In general from what I've seen, East Asians gravitate towards quantitative fields in STEM much more so than verbally loaded areas such as the humanities, social sciences, law, or to a lesser extent even the biological life sciences.

    , @Autochthon
    Please step away from the butterknife.

    Orientals as a race (regardless of their birthplaces) have poorer verbal intelligence and innovative creativity than Europeans; law has far fewer indisputably correct answers than, say, medicine, accounting, or electrical engineering. Bar exams require a much stronger understanding of nuance and persuasion than the kinds of things Orientals conventionally excel at: memorising and grinding regarding formulaic data.
    ReplyAgree/Disagree/Etc. More... This Commenter This Thread Hide Thread Display All Comments
  3. The leaders of the California Bar Association appear to want to Lower Standards, which would appear to be the worst of the three choices from a utilitarian standpoint.

    From a comedic standpoint, though, this approach is pure gold. Imagine how many real-life Lionel Hutzes we can look forward to!

    Read More
    • Replies: @Steve Sailer
    Thanks, I'll post.
    , @Art Deco
    Law graduates are having trouble finding work as is and commonly fail at building a solo practice if they attempt that. Many give up in short order on a legal career and find work in some locus where general indicators of education are helpful in the hiring regime. One of the succession of deans where I used to work was a lapsed lawyer. Banks at one time hired people with law degrees for miscellaneous positions; not sure if that's still common.

    This'll just mean more lawyers who cannot find work.

    ReplyAgree/Disagree/Etc. More... This Commenter This Thread Hide Thread Display All Comments
  4. @Saint Louis
    My guess for why Asians fair worse than whites is that a fair number of Asian-Asians (rather than Asian-Americans) are taking the test whose grasp of English leaves something to be desired.

    Right.

    And I imagine Asians in California are more ambitious for a professional credential than are, say, Hispanics.

    Read More
    • Replies: @Stacy235l
    I think it's more likely that they just don't have good Cal. bar exam cheating rackets going yet. Give'em time.
    ReplyAgree/Disagree/Etc. More... This Commenter This Thread Hide Thread Display All Comments
  5. utu says:
    @JosephB
    Unsurprisingly, the data are fairly well modeled with black performance being 1 SD below white performance (predicted black pass rate: 25%) and Hispanics being 0.5 SDs below whites (predicted Hispanic pass rate: 44%). I have no idea what "Asian" means so won't try to model that.

    How did you calculate it w/o knowing what is the minimum IQ threshold to pass the exam?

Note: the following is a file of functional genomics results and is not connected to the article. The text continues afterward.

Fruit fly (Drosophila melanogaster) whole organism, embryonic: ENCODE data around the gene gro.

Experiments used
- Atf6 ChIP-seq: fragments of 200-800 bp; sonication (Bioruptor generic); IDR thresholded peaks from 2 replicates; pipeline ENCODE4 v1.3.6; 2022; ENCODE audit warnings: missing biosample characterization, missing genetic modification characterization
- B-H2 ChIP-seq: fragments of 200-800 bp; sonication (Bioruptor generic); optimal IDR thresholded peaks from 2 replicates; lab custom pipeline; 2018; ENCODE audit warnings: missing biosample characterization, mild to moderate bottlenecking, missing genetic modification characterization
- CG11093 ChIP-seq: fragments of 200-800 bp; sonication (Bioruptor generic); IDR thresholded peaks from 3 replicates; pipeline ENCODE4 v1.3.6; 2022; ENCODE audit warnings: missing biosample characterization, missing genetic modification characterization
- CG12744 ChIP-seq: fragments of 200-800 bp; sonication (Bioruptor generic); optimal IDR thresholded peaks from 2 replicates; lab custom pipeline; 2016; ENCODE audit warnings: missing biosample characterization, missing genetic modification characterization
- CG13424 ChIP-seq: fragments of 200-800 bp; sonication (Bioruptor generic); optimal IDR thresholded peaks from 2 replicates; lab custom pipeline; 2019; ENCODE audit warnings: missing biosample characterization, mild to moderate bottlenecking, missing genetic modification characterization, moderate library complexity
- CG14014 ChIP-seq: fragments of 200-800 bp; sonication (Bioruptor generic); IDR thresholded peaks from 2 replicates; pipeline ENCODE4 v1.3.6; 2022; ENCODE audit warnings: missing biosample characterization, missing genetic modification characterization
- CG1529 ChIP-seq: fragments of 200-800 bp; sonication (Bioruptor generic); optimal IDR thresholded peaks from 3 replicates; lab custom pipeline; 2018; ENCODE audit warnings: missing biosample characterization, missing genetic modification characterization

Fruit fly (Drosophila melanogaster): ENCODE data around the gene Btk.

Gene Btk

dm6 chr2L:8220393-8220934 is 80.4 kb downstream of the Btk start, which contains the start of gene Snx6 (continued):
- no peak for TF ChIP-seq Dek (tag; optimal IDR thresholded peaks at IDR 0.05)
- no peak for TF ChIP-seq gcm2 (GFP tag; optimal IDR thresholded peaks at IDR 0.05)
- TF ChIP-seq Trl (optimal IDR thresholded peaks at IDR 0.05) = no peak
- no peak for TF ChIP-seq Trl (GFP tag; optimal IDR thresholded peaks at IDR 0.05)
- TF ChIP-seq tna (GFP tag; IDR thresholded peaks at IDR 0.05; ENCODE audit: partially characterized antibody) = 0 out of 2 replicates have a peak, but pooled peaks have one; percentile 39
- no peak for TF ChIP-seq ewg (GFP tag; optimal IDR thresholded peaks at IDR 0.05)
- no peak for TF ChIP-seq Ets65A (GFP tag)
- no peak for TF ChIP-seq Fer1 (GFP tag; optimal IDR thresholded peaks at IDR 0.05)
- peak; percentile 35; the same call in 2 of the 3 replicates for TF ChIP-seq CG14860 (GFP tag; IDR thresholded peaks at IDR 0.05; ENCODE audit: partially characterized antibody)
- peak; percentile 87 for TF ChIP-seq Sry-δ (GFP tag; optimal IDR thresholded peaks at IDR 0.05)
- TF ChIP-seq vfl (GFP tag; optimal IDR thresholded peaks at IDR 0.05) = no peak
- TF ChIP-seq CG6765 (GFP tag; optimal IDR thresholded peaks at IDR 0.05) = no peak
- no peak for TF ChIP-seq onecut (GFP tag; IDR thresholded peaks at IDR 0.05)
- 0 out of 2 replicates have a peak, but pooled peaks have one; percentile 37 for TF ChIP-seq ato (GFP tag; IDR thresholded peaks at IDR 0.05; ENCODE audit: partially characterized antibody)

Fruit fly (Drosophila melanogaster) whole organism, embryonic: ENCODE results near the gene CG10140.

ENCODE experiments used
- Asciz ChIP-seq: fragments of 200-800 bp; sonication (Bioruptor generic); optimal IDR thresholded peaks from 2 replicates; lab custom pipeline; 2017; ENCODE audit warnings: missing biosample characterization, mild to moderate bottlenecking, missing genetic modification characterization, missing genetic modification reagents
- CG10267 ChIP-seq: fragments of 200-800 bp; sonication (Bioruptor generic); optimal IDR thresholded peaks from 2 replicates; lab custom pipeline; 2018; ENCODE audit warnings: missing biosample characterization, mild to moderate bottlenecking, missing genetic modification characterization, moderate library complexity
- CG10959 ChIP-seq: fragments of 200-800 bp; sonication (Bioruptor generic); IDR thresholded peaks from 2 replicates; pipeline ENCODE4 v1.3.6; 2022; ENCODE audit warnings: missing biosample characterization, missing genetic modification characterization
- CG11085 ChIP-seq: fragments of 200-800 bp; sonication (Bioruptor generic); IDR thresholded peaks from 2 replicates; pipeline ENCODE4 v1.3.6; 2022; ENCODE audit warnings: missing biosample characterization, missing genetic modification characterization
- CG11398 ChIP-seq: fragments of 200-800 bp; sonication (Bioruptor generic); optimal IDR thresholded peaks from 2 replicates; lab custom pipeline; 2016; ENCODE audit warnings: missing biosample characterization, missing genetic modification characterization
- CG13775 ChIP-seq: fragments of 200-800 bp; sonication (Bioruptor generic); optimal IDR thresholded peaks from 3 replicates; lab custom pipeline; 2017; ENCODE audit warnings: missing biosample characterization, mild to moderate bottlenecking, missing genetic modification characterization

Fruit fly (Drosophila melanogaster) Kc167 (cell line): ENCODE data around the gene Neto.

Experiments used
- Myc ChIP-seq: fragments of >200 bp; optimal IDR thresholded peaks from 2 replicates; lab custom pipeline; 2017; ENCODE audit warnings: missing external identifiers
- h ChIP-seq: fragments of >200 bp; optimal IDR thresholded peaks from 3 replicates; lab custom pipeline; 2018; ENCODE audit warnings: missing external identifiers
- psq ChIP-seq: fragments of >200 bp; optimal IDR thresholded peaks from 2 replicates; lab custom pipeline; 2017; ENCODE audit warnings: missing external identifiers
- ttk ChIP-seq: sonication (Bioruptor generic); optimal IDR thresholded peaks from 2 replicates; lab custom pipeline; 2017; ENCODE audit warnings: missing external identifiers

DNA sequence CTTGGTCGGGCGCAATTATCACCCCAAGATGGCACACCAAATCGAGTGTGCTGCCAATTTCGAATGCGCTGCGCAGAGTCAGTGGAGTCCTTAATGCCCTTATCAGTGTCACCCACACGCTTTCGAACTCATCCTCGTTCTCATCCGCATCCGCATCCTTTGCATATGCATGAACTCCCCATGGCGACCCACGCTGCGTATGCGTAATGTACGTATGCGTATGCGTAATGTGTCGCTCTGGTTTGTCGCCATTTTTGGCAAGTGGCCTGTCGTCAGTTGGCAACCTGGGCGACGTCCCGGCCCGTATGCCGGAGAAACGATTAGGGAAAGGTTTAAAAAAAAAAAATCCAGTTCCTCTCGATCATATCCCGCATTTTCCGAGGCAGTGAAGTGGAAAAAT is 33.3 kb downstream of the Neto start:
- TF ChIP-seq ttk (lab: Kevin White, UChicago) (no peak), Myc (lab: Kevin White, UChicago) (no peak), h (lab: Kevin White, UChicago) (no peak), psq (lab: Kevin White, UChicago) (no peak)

Read More
    • Replies: @JosephB
    We know the white pass rate is 63.6%. Given a normal distribution (assume mean of 0, SD of 1) we get a passing cutpoint of -0.35.

    Then model blacks as mean = -1, SD = 1, and 75% of the distribution is below the -0.35 passing cutoff.

    Of course, the assumption is that blacks taking the bar exam are also 1 SD below whites. I would expect some attenuation due to selection effects thus reducing the effect to less than 1 SD. In the absence of AA, I would expect a trivial difference in mean black/white scores, and consequently, pass rates.

    I get the assumption of a 1 SD difference in test takers is questionable, but it tends to work very well in real life. Take a look at teacher pass rates for certification tests and you see a similar ~1 SD difference.
    , @JosephB
    To give a bit more info about the 1 SD difference largely holding up, here are a few studies:

    https://www.nytimes.com/2015/06/18/nyregion/with-tougher-teacher-licensing-exams-a-question-of-racial-discrimination.html
    White pass rate: 55%
    Black pass rate: 21.5%
    Difference: 0.9 SD

    https://www.chalkbeat.org/posts/ny/2015/03/19/aspiring-black-and-hispanic-teaches-struggle-on-new-tests-data-show-prompting-new-debate/
    White: 75%
    Black: 48%
    Difference: 0.7 SD

    http://www.nationaljurist.com/content/diversity-challenge
    White: 95%
    Black: 61%
    Difference: 1.4 SD (high white pass rate may skew things)


    I did not cherry pick studies. These are the first examples I found with a few minutes of googling. If you find some good, large scale, counter examples, please share as I am curious.

    Dropping the last study gives an average of about 0.8 SD across candidates who should have been equalized due to completion of schooling. Personally I'm surprised at the remaining difference.
    ReplyAgree/Disagree/Etc. More... This Commenter This Thread Hide Thread Display All Comments
  6. anonymous says: • Disclaimer

    The desirable states have an advantage with the bar exam, as well as medical boards, in that they can screen for the best attorneys and physicians by having higher standards. Why give this up? I’ve known a few people in the past that had to settle on moving to less trendy states because they couldn’t pass the exam.

    We have fifty states. I am sure many of those who cannot pass CA’s test could pass on the first try in many other states.

    Read More
    • Replies: @Steve Sailer
    Ed Real speculates that in Mississippi it's easier to pass the bar exam than the high school math teacher exam.
    , @Polynikes
    I think you're right, but it may be exacerbated by the number of non accredited law schools in California,too.
    ReplyAgree/Disagree/Etc. More... This Commenter This Thread Hide Thread Display All Comments
  7. “The leaders of the California Bar Association appear to want to Lower Standards, which would appear to be the worst of the three choices from a utilitarian standpoint.”

    Remind me, how much do they charge for membership? Seems like more dollars from more lawyers, competent or otherwise, would be the best choice for them.